This is breaking news and will be updated as events warrant.
Judge Frances McIntyre of Suffolk Superior Court this afternoon issued her decision based on the December 1 hearing regarding Occupy Boston's presence in Dewey Square. She has ruled against the Occupation and lifted the Temporary Restraining Order which prevented the City of Boston from forcibly removing the encampment.
From the text of her opinion, available in full at PrivacySOS:
This proceeding arises out of the demonstration known as Occupy Boston, which occupied Dewey Square in Boston on September 30, 2011. Protesters have been living on the site since, and hope to continue to do so, and govern themselves as an exemplary democracy. Plaintiffs claim that their occupation of the site and the community they have establihed thereon are protected by the First Amendment. They seek a preliminary injunction against their removal by defendants [the City].
But the injunction is denied because, while Occupy Boston protesters may be exercising their expressive rights during their protest, they have no privilege under the First Amendment to seize and hold the land on which they sit. The distinction is key.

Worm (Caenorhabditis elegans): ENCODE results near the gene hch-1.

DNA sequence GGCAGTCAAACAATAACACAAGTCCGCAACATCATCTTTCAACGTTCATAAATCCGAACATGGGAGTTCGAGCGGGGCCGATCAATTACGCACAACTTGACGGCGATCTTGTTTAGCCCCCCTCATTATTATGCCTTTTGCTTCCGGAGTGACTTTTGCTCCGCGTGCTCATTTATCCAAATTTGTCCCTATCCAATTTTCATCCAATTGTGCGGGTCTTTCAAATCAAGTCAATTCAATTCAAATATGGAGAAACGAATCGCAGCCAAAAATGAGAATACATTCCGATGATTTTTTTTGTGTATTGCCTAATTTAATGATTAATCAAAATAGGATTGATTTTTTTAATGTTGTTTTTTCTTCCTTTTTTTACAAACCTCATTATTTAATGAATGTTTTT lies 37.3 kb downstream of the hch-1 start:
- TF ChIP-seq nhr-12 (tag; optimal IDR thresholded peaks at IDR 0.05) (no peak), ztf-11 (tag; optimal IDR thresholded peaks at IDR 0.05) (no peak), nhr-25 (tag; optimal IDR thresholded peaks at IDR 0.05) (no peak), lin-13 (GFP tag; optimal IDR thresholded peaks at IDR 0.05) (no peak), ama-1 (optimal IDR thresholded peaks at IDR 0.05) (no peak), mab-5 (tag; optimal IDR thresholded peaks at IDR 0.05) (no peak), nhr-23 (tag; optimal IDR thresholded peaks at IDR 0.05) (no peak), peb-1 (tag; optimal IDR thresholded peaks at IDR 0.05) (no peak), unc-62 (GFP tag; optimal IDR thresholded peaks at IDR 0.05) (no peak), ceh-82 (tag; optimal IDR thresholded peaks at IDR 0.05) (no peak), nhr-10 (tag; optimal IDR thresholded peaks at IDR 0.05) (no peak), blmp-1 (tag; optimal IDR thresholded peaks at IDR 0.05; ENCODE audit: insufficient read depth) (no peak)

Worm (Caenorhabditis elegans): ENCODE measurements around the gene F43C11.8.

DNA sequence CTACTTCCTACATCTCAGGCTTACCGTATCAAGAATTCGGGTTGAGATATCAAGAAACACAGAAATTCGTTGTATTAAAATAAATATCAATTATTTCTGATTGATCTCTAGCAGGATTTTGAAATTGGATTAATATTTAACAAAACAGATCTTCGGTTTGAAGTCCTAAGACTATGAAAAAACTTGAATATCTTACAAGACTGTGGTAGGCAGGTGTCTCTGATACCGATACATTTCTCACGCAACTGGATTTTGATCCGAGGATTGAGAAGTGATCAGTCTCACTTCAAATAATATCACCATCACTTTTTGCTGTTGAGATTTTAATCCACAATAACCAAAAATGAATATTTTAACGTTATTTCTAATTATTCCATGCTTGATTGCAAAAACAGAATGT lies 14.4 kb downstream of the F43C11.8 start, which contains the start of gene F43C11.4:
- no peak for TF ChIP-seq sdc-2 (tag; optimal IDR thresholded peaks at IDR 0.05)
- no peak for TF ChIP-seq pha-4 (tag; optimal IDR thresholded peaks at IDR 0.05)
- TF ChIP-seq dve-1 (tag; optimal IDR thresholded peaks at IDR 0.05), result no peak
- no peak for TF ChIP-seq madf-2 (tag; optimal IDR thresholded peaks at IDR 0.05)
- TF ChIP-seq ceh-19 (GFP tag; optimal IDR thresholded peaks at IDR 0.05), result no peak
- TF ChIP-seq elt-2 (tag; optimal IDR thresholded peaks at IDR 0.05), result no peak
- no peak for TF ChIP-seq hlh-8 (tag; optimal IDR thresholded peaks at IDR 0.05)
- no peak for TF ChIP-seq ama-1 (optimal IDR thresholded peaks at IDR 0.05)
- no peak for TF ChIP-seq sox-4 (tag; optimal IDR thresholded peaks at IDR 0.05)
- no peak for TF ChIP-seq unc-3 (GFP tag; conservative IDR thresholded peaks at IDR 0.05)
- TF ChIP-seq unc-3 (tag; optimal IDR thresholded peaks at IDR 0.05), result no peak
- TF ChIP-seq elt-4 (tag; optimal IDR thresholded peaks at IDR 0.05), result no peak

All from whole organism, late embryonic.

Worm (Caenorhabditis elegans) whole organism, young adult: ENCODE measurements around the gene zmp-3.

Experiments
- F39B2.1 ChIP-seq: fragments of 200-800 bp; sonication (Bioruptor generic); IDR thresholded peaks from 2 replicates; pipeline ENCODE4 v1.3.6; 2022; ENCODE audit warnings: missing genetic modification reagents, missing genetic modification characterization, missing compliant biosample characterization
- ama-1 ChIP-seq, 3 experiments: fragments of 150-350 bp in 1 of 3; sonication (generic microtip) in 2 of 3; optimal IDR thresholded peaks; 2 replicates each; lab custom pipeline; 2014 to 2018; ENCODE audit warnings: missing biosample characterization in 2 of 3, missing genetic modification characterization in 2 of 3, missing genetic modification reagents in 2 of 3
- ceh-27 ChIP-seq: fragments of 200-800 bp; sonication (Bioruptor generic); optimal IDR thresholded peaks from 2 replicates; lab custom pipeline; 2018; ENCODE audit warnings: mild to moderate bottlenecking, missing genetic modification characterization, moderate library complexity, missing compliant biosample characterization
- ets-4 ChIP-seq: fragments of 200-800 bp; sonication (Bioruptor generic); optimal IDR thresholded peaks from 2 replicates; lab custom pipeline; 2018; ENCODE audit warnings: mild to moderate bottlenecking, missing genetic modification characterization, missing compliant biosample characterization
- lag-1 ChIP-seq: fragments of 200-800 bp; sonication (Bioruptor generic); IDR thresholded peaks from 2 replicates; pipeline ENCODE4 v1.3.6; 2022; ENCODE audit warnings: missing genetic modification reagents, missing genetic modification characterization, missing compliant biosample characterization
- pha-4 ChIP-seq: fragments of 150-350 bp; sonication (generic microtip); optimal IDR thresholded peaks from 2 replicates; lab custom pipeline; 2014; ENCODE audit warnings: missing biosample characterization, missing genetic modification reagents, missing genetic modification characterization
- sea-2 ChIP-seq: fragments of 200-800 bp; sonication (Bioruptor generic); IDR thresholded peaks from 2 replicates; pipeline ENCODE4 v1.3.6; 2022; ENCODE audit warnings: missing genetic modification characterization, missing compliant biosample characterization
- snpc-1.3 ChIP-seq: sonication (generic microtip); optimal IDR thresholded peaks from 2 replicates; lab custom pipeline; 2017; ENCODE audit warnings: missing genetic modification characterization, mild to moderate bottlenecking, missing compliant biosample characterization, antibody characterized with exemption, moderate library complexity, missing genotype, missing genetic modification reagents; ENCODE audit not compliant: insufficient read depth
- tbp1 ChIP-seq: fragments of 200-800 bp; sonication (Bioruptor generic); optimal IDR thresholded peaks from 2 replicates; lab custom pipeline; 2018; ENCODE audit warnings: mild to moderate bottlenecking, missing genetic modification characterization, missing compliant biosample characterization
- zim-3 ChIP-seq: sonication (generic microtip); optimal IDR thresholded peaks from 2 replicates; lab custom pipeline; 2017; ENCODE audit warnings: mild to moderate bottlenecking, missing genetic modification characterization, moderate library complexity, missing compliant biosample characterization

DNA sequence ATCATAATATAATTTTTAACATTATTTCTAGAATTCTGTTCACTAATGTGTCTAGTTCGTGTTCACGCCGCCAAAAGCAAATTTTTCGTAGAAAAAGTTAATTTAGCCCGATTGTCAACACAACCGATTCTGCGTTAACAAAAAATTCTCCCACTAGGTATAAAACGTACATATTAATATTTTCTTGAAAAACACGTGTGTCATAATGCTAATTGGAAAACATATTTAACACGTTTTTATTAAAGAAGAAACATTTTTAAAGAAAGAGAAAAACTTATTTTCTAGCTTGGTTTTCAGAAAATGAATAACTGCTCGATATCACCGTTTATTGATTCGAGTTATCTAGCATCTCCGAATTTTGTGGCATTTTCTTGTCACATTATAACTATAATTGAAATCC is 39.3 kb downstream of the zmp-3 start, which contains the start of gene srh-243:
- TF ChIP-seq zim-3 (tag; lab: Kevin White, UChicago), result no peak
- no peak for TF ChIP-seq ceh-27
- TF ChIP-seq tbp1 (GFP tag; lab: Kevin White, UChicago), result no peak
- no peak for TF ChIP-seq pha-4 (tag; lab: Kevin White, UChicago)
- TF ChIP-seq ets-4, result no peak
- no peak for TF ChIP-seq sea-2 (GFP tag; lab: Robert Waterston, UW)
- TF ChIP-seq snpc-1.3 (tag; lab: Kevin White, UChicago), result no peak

This decision clears the way but does not order the plaintiffs and other protesters to vacate the site and request permission to set up tents of other equipment for expressive purposes, should Occupy Boston wish to continue its association with the Rose Kennedy Greenway Conservancy. Overnight sleeping and living at Dewey Square are not options under the Conservancy guidelines, however.
As a point of information, Dewey Square is arterial land owned by the state, hence public, but administered by a private entity, the Rose Kennedy Greenway Conservancy. Again, we see the intersection of public-private spaces, and how privatization of public spaces is stripping us of our First Amendment rights to peaceably assemble.
Ben Wish, attorney for Occupy Boston, has stated that he will file an appeal of the decision.
Occupy Boston has declared an emergency 7 pm General Assembly this evening to discuss next steps, and plan for the inevitable violent police raid. Following a raid, Occupy Boston will meet at 8:15 a.m. the next morning at 24 New Chardon Street, and then at 7 p.m. at the bandstand on the Commons.
Please come and support as we plan next steps and our move into Phase 2.